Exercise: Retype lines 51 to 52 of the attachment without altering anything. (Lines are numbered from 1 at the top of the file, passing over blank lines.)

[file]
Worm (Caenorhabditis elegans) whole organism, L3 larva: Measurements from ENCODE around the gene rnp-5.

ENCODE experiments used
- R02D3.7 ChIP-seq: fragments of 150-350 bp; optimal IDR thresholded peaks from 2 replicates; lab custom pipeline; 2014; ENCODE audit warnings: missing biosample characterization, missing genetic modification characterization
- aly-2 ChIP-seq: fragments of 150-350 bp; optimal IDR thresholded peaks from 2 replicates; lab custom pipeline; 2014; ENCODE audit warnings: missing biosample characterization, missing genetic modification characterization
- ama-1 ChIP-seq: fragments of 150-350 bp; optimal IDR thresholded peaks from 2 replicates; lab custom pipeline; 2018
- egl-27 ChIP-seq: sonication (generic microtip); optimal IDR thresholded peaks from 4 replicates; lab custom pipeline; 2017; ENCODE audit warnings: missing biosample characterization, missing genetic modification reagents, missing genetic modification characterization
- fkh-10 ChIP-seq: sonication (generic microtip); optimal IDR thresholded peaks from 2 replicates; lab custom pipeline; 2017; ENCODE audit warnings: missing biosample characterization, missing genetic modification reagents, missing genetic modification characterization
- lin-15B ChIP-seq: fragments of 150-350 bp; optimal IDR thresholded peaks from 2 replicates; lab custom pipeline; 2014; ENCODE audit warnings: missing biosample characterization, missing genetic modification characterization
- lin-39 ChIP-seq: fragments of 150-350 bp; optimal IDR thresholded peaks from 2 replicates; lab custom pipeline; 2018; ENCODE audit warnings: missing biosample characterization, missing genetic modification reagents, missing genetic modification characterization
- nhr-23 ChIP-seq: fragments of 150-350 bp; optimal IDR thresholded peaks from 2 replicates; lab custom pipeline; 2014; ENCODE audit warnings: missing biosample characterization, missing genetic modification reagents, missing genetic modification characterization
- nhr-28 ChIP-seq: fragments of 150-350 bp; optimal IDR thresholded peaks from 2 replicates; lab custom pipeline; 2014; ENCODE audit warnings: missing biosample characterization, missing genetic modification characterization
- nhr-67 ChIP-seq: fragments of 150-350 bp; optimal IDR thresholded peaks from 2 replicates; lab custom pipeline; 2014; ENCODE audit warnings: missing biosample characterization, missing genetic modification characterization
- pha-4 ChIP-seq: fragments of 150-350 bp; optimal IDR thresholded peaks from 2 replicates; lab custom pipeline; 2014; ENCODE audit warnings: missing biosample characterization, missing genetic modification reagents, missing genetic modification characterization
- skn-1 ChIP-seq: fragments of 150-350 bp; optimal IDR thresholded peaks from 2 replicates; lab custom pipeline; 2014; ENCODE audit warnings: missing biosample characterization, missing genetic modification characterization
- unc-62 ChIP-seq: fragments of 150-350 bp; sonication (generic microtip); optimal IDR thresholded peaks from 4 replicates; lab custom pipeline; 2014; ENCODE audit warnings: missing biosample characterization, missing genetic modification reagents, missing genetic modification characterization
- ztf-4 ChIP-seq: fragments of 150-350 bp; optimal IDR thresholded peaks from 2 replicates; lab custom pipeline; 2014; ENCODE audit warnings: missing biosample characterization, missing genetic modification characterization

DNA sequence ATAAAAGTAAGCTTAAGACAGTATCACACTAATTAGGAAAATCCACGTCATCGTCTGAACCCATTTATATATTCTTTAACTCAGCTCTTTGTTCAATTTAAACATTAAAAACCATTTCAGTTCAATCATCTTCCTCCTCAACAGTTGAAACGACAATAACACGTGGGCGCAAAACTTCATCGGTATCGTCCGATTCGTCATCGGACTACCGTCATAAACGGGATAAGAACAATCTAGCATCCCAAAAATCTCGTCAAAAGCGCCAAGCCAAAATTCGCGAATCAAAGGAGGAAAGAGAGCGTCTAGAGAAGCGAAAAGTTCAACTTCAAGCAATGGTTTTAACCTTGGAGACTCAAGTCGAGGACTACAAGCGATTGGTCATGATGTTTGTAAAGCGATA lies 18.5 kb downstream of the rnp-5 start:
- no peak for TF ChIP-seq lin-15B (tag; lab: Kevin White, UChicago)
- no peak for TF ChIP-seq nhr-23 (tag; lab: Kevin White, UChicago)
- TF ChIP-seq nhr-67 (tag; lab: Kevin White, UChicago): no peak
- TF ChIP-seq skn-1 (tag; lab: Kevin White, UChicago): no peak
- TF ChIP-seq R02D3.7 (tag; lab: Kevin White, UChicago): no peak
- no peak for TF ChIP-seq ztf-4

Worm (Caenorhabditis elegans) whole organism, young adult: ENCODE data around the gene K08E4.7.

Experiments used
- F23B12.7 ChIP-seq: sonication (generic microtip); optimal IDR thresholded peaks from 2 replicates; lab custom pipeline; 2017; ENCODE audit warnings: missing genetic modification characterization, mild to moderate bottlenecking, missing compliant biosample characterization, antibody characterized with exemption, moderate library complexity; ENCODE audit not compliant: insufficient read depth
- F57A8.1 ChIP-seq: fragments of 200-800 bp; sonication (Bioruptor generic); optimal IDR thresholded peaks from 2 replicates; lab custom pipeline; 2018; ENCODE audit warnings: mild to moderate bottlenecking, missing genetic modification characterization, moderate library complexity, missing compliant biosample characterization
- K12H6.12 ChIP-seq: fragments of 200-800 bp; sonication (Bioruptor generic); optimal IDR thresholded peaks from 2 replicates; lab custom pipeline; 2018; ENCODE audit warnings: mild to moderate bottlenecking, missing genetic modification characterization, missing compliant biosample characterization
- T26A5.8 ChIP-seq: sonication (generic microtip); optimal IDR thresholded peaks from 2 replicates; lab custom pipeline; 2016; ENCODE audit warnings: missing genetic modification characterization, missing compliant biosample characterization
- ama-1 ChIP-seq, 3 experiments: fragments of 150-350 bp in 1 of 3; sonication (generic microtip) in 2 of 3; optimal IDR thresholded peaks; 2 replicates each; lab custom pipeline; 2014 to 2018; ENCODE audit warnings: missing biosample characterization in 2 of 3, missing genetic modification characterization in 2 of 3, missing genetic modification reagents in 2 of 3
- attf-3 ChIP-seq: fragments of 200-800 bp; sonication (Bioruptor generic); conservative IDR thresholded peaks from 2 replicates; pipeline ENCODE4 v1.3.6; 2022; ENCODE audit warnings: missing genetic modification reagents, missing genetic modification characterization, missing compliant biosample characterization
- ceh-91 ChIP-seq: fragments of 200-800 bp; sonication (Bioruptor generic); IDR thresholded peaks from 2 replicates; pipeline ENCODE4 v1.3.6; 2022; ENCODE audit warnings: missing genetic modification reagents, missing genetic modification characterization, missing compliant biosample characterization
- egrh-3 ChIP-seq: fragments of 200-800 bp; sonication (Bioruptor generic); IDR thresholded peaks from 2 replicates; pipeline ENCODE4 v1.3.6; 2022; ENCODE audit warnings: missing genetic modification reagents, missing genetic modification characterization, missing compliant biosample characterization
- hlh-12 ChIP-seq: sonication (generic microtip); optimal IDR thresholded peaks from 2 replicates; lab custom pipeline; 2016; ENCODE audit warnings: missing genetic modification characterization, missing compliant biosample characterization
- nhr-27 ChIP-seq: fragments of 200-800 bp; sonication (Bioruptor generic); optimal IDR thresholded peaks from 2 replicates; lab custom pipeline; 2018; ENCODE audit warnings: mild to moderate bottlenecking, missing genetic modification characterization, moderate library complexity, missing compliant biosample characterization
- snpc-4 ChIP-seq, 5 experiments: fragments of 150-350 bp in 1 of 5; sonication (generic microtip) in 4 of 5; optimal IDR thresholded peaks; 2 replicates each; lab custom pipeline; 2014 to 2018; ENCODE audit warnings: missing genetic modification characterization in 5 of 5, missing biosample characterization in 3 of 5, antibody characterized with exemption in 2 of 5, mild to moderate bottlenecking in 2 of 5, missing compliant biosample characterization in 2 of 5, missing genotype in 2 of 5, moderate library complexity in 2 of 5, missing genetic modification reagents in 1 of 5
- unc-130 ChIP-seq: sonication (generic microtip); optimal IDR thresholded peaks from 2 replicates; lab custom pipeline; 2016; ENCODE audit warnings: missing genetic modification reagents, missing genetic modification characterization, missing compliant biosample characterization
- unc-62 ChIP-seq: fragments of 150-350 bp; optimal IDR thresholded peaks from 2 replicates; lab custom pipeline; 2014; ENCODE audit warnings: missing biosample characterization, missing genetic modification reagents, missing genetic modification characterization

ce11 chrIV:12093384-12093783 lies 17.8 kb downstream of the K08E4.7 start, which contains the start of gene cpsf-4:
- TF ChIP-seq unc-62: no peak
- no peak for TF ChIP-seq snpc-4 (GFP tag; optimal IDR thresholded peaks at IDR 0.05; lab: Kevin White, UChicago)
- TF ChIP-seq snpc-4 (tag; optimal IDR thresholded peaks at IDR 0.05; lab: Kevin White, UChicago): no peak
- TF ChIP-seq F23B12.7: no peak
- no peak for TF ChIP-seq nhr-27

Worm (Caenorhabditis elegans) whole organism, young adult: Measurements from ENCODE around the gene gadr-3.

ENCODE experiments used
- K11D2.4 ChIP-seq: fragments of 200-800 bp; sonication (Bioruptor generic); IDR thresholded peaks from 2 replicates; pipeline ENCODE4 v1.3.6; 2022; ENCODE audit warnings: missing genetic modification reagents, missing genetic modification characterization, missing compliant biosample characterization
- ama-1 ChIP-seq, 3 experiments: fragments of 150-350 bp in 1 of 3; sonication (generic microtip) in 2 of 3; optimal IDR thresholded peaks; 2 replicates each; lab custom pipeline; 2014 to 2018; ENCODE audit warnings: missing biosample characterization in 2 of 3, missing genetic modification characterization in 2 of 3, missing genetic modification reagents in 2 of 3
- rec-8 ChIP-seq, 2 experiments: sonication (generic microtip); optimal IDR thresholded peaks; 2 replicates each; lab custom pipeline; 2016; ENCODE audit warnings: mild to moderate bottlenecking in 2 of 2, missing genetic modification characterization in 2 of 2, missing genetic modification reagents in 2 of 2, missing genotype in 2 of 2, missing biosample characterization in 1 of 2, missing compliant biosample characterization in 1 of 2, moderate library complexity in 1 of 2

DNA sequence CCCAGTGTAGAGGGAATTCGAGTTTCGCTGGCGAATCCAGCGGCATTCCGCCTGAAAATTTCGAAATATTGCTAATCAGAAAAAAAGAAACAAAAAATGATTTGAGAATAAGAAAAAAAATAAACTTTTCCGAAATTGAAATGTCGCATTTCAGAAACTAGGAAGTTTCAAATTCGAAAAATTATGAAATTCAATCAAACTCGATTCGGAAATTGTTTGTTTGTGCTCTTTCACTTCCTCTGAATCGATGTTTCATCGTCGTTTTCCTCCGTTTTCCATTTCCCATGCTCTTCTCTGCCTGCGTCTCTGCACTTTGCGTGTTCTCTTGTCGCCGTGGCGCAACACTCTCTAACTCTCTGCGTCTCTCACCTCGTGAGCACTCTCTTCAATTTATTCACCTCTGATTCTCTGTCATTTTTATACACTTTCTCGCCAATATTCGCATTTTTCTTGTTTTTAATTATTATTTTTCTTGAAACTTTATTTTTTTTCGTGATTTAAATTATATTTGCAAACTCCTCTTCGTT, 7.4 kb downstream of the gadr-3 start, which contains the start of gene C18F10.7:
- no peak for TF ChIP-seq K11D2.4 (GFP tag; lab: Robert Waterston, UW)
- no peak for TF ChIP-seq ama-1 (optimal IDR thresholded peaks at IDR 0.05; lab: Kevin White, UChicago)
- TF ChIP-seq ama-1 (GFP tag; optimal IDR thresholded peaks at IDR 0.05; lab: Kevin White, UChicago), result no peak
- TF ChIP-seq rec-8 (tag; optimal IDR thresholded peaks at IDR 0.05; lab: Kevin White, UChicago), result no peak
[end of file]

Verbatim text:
- no peak for TF ChIP-seq K11D2.4 (GFP tag; lab: Robert Waterston, UW)
- no peak for TF ChIP-seq ama-1 (optimal IDR thresholded peaks at IDR 0.05; lab: Kevin White, UChicago)